To estimate beta, one needs a list of returns for the asset and returns for the index; these returns can be daily, weekly or any period. Next, a plot should be made, with the index returns on the x-axis and the asset returns on the y-axis, in order to check that there are no serious violations of the linear regression model assumptions. The slope of the fitted line from the linear least-squares calculation is the estimated Beta. The y-intercept is the alpha.

Myron Scholes and Joseph Williams (1977) provided a model for estimating betas from nonsynchronous data.^{}

There is an inconsistency between how beta is interpreted and how it is calculated. The usual explanation is that it gives the asset volatility relative to the market volatility. If that were the case it should simply be the ratio of these volatilities. In fact, the standard estimation uses the slope of the least squares regression line—this gives a slope which is less than the volatility ratio. Specifically it gives the volatility ratio multiplied by the correlation of the plotted data. Tofallis (2008) provides a discussion of this,^{} together with a real example involving AT&T. The graph showing monthly returns from AT&T is visibly more volatile than the index and yet the standard estimate of beta for this is less than one.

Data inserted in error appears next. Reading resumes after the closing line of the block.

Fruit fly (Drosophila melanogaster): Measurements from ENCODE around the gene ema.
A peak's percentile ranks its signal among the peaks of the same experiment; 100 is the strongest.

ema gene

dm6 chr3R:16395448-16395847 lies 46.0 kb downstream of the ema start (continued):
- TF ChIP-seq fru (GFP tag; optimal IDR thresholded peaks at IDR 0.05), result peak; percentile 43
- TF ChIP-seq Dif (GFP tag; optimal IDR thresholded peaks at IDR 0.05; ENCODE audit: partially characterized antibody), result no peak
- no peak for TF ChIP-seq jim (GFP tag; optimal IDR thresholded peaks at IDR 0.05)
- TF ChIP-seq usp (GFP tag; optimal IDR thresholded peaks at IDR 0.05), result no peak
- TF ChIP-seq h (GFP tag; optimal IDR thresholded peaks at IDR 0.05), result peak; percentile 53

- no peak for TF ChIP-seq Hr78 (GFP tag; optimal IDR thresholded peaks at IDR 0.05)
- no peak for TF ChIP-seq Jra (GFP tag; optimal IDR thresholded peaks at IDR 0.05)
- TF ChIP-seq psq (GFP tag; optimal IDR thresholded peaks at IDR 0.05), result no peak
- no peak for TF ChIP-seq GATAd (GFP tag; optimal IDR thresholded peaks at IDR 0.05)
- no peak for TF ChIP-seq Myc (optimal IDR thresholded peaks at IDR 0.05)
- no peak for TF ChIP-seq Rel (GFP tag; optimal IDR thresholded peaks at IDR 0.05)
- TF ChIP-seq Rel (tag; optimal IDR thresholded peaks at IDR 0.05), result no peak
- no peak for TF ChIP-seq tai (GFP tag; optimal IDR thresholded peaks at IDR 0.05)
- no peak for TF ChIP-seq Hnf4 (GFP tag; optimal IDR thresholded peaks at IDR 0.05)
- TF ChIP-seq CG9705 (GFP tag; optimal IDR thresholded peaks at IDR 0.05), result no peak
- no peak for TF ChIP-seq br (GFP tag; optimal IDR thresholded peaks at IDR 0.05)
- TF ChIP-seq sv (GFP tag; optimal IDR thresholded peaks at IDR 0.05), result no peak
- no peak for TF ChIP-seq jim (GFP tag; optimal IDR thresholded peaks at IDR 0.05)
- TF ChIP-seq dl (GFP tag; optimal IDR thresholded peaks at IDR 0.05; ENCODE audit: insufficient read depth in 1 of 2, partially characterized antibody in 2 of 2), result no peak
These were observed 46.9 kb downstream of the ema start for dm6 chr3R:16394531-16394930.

The relative volatility ratio described above is actually known as Total Beta (at least by appraisers who practice business valuation). Total Beta is equal to the identity: Beta/R or the standard deviation of the stock/standard deviation of the market (note: the relative volatility). Total Beta captures the security's risk as a stand-alone asset (since the correlation coefficient, R, has been removed from Beta), rather than part of a well-diversified portfolio. Since appraisers frequently value closely-held companies as stand-alone assets, Total Beta is gaining acceptance in the business valuation industry. Appraisers can now use Total Beta in the following equation: Total Cost of Equity (TCOE) = risk-free rate + Total Beta*Equity Risk Premium. Once appraisers have a number of TCOE benchmarks, they can compare/contrast the risk factors present in these publicly-traded benchmarks and the risks in their closely-held company to better defend/support their valuations.

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